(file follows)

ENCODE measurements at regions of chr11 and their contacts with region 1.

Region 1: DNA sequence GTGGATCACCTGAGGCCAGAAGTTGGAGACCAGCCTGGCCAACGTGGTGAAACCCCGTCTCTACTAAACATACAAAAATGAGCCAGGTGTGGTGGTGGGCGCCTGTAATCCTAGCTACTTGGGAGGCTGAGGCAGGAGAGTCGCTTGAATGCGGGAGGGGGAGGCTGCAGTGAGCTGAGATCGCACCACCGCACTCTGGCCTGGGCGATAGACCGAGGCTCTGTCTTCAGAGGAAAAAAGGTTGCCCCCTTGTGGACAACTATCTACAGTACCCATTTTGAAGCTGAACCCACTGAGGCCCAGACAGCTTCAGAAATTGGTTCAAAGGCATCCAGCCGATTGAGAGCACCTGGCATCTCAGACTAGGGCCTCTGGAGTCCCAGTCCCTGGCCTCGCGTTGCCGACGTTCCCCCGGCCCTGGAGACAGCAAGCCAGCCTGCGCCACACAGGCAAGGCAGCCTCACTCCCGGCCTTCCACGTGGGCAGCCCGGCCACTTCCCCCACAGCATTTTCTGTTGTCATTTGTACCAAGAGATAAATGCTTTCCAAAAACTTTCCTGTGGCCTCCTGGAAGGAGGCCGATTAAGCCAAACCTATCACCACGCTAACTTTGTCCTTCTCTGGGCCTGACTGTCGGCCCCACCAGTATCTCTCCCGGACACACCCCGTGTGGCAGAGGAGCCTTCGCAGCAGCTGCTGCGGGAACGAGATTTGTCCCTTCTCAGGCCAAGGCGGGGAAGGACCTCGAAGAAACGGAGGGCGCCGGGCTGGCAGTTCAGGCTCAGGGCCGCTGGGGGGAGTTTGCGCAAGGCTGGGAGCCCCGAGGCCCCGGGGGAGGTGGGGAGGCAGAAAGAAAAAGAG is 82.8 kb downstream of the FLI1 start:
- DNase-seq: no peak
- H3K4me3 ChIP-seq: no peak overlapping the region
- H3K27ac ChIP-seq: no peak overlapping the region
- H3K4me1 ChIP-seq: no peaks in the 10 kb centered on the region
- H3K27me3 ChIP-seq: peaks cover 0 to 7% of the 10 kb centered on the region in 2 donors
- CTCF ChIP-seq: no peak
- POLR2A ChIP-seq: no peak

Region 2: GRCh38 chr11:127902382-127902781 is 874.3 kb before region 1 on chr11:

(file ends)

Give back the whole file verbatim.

ENCODE measurements at regions of chr11 and their contacts with region 1.

Region 1: DNA sequence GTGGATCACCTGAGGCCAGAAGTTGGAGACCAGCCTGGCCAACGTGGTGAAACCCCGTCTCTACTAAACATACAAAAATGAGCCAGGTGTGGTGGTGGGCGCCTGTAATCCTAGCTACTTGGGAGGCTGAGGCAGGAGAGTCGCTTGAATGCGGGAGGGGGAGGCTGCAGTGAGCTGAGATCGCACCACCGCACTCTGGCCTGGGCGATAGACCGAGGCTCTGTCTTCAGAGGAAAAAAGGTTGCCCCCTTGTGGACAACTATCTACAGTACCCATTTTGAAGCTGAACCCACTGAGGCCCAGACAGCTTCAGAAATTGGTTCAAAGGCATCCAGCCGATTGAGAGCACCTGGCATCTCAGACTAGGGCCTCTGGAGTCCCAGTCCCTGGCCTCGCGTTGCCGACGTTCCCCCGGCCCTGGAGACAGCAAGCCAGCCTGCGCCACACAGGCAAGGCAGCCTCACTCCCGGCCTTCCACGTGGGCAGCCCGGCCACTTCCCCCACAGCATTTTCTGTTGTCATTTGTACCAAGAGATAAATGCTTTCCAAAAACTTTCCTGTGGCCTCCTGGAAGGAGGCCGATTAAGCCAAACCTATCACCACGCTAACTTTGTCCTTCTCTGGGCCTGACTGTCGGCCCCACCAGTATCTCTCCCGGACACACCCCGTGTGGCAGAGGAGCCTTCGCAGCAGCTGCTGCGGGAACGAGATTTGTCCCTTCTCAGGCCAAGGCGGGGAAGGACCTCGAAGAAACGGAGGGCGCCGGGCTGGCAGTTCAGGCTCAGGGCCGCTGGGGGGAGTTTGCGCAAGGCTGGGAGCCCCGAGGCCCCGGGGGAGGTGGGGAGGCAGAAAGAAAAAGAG is 82.8 kb downstream of the FLI1 start:
- DNase-seq: no peak
- H3K4me3 ChIP-seq: no peak overlapping the region
- H3K27ac ChIP-seq: no peak overlapping the region
- H3K4me1 ChIP-seq: no peaks in the 10 kb centered on the region
- H3K27me3 ChIP-seq: peaks cover 0 to 7% of the 10 kb centered on the region in 2 donors
- CTCF ChIP-seq: no peak
- POLR2A ChIP-seq: no peak

Region 2: GRCh38 chr11:127902382-127902781 is 874.3 kb before region 1 on chr11: